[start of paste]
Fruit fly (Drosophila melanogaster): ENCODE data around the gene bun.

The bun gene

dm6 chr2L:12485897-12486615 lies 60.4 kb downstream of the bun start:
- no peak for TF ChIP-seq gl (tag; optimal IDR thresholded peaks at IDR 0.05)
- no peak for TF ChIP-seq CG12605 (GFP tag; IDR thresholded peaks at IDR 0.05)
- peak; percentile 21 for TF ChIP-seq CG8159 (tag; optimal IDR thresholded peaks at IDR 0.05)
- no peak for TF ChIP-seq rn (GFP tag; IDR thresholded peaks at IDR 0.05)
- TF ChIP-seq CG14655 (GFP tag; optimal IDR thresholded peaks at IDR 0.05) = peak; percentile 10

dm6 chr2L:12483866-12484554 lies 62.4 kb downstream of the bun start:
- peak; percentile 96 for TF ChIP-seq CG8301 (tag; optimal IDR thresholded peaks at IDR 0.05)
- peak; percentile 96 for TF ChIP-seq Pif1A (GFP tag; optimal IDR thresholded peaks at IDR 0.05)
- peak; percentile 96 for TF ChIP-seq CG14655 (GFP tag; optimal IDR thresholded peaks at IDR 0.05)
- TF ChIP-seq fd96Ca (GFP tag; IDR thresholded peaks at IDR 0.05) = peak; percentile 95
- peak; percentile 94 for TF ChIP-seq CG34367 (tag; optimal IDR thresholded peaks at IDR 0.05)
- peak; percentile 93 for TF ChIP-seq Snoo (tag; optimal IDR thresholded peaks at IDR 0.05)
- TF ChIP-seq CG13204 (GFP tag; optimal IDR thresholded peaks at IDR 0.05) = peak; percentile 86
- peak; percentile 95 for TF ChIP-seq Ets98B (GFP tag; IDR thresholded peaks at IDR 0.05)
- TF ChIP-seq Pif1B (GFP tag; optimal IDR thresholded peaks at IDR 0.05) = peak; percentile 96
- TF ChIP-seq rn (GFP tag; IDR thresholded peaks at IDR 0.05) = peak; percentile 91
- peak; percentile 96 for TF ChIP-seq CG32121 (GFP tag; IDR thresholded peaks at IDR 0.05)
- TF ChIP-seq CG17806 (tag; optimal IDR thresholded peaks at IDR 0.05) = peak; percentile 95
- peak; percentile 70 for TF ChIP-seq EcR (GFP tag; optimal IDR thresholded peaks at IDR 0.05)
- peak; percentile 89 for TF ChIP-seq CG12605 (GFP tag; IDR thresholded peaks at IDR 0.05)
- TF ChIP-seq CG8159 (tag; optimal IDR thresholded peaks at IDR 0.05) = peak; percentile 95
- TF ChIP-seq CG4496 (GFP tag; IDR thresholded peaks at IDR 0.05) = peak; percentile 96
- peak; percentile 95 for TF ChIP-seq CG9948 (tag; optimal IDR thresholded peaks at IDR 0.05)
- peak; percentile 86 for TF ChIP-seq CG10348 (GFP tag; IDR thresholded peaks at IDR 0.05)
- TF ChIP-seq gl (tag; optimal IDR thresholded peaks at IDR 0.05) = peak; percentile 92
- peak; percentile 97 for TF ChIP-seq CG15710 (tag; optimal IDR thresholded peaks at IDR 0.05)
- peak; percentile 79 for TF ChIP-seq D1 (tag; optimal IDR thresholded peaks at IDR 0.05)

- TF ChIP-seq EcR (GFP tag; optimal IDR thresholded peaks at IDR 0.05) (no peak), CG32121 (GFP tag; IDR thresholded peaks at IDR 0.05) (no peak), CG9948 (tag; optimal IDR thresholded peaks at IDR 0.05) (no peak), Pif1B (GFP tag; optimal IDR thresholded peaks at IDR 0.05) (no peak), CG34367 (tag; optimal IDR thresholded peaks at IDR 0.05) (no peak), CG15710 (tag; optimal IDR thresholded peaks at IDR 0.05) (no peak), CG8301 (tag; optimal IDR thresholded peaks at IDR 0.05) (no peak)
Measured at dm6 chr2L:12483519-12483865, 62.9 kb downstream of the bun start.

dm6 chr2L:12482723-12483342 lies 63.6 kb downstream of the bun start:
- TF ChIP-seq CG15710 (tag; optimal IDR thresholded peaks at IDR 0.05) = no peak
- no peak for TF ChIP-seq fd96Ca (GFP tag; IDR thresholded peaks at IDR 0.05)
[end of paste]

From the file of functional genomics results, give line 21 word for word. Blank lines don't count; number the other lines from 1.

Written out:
- TF ChIP-seq CG17806 (tag; optimal IDR thresholded peaks at IDR 0.05) = peak; percentile 95